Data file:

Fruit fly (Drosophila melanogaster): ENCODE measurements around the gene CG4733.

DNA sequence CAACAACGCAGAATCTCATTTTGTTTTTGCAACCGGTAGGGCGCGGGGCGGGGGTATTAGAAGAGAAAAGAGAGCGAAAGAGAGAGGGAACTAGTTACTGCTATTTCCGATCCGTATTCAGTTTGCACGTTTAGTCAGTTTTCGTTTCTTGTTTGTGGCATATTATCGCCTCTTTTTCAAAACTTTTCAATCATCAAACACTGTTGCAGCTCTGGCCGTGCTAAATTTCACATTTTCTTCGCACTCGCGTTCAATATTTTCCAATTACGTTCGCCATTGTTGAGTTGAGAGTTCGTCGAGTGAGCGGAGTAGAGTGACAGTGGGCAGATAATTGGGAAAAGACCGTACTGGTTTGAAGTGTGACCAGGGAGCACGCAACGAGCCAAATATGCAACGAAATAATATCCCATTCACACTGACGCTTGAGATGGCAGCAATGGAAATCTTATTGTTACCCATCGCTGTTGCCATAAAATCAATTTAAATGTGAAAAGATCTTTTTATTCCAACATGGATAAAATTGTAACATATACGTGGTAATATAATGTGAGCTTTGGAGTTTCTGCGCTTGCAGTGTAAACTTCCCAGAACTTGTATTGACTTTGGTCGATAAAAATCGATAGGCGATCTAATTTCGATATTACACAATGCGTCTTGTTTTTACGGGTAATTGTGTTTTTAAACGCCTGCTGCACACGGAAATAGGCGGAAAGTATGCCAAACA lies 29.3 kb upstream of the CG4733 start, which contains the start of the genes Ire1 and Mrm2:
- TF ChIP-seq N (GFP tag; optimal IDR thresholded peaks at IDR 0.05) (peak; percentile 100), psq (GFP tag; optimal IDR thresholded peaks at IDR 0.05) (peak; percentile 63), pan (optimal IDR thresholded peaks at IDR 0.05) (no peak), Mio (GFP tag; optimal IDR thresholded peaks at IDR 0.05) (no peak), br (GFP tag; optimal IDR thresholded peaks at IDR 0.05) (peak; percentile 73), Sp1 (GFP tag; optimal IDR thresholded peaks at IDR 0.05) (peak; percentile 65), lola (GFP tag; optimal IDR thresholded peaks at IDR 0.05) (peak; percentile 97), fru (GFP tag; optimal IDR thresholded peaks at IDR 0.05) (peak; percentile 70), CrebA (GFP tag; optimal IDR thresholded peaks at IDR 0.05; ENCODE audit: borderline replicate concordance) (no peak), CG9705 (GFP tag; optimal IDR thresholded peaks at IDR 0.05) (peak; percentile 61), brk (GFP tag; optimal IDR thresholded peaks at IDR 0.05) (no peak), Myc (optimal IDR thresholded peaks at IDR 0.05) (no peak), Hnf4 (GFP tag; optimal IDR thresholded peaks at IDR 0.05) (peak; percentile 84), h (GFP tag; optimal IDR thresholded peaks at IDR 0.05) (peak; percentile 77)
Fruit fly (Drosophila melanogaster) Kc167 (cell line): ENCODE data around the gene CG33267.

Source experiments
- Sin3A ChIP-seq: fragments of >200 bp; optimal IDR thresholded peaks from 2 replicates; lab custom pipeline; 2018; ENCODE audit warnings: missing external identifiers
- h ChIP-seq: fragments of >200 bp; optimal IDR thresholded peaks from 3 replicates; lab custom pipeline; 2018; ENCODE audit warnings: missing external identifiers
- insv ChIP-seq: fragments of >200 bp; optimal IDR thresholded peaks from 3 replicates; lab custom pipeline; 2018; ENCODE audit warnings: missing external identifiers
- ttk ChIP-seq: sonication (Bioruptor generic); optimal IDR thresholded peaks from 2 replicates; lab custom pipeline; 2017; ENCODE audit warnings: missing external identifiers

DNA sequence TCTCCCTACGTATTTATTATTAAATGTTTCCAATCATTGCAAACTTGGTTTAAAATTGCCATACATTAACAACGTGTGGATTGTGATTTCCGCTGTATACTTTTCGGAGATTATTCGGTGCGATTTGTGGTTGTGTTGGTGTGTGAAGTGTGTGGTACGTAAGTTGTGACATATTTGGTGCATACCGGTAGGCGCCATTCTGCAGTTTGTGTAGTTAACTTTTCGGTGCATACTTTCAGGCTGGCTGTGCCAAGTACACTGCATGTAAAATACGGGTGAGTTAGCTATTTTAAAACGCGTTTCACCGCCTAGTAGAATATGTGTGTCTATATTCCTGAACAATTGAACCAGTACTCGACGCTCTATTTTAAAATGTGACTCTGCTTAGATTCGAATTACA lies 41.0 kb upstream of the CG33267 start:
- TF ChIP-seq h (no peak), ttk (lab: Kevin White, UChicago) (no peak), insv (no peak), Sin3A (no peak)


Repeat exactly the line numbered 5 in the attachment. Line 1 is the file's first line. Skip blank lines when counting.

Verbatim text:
Source experiments